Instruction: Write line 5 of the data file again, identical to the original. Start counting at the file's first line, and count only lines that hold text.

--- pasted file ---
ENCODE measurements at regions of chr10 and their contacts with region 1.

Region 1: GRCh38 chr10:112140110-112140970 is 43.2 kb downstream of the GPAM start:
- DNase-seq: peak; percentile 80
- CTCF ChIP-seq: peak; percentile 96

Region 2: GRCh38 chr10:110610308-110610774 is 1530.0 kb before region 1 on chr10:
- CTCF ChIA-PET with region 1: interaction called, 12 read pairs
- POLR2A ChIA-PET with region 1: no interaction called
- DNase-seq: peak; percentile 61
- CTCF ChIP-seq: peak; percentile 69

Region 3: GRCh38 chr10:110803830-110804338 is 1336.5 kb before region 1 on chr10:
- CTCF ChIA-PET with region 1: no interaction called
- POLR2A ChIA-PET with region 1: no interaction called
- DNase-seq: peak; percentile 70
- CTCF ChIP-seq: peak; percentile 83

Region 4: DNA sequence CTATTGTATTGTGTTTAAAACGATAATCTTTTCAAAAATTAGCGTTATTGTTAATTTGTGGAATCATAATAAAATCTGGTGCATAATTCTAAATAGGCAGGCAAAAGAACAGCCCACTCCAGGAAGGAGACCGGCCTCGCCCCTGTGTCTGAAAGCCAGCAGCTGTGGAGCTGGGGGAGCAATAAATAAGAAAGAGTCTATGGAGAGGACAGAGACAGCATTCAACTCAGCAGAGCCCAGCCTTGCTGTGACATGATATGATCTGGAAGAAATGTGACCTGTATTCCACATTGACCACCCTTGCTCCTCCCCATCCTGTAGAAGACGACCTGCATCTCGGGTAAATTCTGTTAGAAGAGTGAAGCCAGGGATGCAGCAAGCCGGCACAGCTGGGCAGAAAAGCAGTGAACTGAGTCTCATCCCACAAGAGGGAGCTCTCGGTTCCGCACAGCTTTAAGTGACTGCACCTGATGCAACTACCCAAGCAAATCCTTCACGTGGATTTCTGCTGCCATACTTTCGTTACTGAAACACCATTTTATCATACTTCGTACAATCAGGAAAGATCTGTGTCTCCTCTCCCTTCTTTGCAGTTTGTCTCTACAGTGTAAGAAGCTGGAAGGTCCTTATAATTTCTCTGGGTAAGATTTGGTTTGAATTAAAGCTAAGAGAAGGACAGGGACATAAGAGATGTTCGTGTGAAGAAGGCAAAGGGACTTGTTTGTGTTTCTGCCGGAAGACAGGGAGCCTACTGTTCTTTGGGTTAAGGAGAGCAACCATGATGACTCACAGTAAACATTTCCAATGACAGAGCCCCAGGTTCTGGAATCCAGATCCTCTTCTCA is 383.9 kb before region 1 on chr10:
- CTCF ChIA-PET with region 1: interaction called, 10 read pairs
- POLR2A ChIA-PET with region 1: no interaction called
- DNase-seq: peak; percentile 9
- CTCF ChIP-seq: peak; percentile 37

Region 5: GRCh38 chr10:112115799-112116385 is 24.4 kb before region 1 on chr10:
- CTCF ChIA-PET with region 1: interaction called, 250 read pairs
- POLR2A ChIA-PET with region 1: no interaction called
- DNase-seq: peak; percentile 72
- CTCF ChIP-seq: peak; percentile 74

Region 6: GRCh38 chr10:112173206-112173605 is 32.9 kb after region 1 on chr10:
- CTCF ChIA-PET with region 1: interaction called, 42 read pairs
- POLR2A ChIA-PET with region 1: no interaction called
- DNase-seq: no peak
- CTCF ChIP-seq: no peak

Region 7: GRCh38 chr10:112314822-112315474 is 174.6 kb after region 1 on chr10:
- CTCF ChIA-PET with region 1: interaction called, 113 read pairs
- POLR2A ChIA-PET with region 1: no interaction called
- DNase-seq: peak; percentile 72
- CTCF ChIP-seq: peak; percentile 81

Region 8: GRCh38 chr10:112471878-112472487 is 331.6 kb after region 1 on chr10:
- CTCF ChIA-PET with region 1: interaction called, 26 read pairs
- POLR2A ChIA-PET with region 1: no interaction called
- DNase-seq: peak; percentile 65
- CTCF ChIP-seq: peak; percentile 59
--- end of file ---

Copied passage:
Region 2: GRCh38 chr10:110610308-110610774 is 1530.0 kb before region 1 on chr10: